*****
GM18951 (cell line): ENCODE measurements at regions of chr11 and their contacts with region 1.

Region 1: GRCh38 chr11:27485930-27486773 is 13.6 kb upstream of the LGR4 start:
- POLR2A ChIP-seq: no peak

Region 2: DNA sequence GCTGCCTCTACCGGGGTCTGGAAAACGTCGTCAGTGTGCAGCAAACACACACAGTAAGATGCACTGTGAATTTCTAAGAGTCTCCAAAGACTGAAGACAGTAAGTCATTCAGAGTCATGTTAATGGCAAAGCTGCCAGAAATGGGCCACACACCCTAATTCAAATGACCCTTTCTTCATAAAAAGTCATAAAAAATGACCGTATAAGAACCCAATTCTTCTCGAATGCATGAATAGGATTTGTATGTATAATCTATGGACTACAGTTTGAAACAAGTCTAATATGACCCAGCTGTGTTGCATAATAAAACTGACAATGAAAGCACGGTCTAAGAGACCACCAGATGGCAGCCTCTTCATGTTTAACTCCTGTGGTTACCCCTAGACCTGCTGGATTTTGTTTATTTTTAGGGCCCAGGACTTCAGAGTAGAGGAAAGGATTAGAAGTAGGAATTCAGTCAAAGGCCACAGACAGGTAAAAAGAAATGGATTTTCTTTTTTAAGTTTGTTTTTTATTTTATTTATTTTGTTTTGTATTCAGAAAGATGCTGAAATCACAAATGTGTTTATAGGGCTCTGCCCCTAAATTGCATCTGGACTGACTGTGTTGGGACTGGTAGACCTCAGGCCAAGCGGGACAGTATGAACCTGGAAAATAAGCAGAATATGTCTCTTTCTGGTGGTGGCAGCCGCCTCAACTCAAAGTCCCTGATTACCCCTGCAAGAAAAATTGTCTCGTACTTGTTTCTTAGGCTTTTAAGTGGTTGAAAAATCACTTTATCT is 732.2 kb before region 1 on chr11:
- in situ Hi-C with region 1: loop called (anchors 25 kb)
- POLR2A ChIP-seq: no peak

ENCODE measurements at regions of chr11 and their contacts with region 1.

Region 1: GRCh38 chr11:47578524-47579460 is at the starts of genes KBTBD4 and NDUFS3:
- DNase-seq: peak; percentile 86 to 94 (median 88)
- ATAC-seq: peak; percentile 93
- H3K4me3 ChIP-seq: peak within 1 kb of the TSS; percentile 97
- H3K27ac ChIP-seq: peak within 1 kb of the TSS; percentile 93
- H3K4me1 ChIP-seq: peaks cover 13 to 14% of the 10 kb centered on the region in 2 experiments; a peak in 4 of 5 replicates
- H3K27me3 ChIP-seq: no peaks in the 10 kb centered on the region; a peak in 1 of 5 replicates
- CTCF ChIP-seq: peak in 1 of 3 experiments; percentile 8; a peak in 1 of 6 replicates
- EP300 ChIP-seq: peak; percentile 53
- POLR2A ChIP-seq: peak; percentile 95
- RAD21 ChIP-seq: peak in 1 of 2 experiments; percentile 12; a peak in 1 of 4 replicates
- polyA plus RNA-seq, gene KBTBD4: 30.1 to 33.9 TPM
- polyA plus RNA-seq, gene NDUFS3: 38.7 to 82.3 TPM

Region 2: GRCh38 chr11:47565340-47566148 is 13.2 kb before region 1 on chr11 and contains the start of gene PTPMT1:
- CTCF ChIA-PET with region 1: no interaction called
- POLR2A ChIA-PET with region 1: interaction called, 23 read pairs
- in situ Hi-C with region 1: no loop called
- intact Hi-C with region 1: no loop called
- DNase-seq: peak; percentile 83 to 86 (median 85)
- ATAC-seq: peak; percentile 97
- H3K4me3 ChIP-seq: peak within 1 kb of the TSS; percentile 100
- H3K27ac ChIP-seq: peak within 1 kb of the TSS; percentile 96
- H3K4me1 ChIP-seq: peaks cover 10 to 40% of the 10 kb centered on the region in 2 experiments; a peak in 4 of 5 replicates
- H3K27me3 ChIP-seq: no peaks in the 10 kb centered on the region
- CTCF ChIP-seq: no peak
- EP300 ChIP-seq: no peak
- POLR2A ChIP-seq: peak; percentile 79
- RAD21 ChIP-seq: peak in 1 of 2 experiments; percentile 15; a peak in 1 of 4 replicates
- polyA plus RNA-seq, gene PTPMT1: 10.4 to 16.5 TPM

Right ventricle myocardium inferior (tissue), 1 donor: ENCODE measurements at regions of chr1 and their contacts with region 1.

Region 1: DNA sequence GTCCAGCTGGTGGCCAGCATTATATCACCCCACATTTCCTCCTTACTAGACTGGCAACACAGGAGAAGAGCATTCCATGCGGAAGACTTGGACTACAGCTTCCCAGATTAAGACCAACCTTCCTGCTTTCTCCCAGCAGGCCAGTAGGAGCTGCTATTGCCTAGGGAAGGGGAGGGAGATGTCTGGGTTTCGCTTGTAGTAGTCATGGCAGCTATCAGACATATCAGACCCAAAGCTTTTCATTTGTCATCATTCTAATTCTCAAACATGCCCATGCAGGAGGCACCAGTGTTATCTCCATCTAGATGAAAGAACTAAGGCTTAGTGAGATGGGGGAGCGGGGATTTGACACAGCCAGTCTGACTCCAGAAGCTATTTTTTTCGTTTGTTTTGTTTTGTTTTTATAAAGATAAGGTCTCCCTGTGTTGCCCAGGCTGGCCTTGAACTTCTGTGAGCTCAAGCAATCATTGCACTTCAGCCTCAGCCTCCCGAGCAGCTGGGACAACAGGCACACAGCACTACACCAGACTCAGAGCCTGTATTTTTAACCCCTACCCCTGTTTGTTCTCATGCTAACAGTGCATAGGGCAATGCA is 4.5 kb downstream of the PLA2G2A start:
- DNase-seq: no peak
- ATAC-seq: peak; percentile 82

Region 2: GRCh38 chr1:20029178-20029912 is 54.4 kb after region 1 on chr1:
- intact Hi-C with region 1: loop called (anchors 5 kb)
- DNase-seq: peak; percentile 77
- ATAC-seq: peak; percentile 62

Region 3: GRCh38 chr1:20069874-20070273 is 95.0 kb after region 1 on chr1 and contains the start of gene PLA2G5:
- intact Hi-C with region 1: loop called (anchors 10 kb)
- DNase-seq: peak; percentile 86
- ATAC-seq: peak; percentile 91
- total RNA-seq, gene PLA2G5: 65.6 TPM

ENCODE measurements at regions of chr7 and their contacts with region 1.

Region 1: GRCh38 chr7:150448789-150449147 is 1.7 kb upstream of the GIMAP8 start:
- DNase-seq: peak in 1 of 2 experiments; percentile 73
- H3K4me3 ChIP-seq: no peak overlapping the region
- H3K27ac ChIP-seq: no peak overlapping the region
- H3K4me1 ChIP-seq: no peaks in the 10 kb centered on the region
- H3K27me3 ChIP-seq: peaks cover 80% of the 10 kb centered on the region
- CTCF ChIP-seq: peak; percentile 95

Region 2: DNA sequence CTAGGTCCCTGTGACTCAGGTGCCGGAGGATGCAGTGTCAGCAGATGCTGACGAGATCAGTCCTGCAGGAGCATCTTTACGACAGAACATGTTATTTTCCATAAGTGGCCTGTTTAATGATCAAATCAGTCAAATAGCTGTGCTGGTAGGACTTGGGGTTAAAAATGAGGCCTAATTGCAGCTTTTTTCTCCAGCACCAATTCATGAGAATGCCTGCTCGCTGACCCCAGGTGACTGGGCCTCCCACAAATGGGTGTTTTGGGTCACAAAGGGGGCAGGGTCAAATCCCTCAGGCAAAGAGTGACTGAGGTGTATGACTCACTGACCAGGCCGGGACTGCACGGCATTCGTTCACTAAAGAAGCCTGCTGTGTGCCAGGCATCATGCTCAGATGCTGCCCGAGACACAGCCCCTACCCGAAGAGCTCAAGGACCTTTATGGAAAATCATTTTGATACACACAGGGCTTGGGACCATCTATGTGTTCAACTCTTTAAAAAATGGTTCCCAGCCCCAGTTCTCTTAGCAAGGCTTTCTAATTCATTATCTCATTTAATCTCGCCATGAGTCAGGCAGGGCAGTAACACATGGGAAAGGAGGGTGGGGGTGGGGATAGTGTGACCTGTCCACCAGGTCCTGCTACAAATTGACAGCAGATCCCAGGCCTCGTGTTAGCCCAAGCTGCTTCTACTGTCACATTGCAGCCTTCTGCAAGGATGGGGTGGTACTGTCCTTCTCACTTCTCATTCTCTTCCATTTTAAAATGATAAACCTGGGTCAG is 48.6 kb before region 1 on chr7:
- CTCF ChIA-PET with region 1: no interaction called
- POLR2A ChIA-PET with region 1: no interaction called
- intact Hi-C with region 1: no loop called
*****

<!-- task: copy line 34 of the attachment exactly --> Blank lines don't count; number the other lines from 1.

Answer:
- POLR2A ChIP-seq: peak; percentile 79